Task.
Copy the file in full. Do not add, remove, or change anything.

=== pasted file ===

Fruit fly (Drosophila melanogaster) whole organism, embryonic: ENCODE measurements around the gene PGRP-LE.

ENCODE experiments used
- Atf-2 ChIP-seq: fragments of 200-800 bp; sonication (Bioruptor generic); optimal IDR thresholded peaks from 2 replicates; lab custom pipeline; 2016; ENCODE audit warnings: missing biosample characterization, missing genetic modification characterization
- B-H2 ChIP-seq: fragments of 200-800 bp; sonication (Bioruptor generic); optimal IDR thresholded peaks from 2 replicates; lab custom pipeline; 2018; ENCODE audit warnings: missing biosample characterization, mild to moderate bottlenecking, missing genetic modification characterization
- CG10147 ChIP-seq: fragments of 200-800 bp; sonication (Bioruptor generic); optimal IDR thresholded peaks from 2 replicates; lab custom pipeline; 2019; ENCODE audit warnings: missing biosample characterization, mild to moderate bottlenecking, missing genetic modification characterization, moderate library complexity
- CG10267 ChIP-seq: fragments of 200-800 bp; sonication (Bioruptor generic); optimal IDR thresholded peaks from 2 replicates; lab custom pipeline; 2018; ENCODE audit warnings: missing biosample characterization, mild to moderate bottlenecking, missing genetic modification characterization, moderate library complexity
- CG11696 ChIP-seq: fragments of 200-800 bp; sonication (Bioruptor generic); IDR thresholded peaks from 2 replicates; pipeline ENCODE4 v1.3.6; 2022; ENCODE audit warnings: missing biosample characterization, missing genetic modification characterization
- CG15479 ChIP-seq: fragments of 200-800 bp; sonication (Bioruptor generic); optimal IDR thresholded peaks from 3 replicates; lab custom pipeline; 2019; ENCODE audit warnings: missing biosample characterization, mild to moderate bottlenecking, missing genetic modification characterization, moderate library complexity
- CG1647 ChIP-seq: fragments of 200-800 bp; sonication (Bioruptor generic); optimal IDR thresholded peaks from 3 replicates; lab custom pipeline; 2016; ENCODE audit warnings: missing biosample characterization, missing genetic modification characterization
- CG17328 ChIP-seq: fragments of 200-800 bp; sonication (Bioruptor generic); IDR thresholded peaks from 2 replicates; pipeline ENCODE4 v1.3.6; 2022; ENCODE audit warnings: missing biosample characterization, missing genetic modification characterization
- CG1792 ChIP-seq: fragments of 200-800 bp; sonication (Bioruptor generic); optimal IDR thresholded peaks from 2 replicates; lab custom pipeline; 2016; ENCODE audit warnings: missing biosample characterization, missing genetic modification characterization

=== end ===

Fruit fly (Drosophila melanogaster) whole organism, embryonic: ENCODE measurements around the gene PGRP-LE.

ENCODE experiments used
- Atf-2 ChIP-seq: fragments of 200-800 bp; sonication (Bioruptor generic); optimal IDR thresholded peaks from 2 replicates; lab custom pipeline; 2016; ENCODE audit warnings: missing biosample characterization, missing genetic modification characterization
- B-H2 ChIP-seq: fragments of 200-800 bp; sonication (Bioruptor generic); optimal IDR thresholded peaks from 2 replicates; lab custom pipeline; 2018; ENCODE audit warnings: missing biosample characterization, mild to moderate bottlenecking, missing genetic modification characterization
- CG10147 ChIP-seq: fragments of 200-800 bp; sonication (Bioruptor generic); optimal IDR thresholded peaks from 2 replicates; lab custom pipeline; 2019; ENCODE audit warnings: missing biosample characterization, mild to moderate bottlenecking, missing genetic modification characterization, moderate library complexity
- CG10267 ChIP-seq: fragments of 200-800 bp; sonication (Bioruptor generic); optimal IDR thresholded peaks from 2 replicates; lab custom pipeline; 2018; ENCODE audit warnings: missing biosample characterization, mild to moderate bottlenecking, missing genetic modification characterization, moderate library complexity
- CG11696 ChIP-seq: fragments of 200-800 bp; sonication (Bioruptor generic); IDR thresholded peaks from 2 replicates; pipeline ENCODE4 v1.3.6; 2022; ENCODE audit warnings: missing biosample characterization, missing genetic modification characterization
- CG15479 ChIP-seq: fragments of 200-800 bp; sonication (Bioruptor generic); optimal IDR thresholded peaks from 3 replicates; lab custom pipeline; 2019; ENCODE audit warnings: missing biosample characterization, mild to moderate bottlenecking, missing genetic modification characterization, moderate library complexity
- CG1647 ChIP-seq: fragments of 200-800 bp; sonication (Bioruptor generic); optimal IDR thresholded peaks from 3 replicates; lab custom pipeline; 2016; ENCODE audit warnings: missing biosample characterization, missing genetic modification characterization
- CG17328 ChIP-seq: fragments of 200-800 bp; sonication (Bioruptor generic); IDR thresholded peaks from 2 replicates; pipeline ENCODE4 v1.3.6; 2022; ENCODE audit warnings: missing biosample characterization, missing genetic modification characterization
- CG1792 ChIP-seq: fragments of 200-800 bp; sonication (Bioruptor generic); optimal IDR thresholded peaks from 2 replicates; lab custom pipeline; 2016; ENCODE audit warnings: missing biosample characterization, missing genetic modification characterization